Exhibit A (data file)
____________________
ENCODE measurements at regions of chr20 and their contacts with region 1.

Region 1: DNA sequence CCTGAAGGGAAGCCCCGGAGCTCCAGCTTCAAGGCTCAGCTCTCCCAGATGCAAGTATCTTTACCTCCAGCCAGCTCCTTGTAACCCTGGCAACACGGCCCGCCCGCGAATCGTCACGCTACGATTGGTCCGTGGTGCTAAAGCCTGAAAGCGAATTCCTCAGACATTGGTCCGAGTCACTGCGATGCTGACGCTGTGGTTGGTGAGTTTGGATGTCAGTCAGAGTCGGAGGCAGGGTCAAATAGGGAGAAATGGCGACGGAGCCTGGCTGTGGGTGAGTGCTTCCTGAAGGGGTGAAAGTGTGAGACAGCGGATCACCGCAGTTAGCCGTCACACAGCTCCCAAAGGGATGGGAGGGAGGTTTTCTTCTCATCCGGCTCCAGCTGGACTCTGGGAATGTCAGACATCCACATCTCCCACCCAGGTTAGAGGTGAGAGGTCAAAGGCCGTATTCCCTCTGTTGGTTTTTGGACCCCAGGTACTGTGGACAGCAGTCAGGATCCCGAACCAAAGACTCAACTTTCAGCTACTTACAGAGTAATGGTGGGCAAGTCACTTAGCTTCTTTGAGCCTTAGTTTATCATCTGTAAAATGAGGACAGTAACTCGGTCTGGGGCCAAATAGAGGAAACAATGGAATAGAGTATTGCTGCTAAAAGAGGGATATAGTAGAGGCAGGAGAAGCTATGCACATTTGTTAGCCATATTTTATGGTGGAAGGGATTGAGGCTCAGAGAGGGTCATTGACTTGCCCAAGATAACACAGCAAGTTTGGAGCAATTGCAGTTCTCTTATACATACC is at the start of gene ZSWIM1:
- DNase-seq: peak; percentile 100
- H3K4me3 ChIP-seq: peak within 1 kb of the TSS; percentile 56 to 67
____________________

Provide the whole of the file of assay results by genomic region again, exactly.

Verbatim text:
ENCODE measurements at regions of chr20 and their contacts with region 1.

Region 1: DNA sequence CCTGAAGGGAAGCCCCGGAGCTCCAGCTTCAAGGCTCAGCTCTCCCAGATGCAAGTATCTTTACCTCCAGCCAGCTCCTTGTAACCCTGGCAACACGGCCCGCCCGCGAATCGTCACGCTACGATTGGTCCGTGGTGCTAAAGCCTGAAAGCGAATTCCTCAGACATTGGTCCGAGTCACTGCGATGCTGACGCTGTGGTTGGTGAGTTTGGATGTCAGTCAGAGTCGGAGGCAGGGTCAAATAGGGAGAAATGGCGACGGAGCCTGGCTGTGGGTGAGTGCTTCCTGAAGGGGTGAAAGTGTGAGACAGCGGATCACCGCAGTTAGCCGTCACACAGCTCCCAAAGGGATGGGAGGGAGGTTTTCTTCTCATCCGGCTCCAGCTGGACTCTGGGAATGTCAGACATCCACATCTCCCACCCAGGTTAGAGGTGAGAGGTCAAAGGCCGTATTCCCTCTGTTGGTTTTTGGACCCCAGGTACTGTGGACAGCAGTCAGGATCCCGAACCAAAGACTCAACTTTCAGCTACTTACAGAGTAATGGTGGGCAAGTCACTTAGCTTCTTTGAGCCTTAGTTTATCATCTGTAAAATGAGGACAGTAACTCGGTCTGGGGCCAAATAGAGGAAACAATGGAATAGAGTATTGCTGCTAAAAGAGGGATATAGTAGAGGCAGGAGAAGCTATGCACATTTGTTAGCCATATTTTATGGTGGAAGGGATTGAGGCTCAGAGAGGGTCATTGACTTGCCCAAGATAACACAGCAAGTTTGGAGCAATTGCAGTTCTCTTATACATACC is at the start of gene ZSWIM1:
- DNase-seq: peak; percentile 100
- H3K4me3 ChIP-seq: peak within 1 kb of the TSS; percentile 56 to 67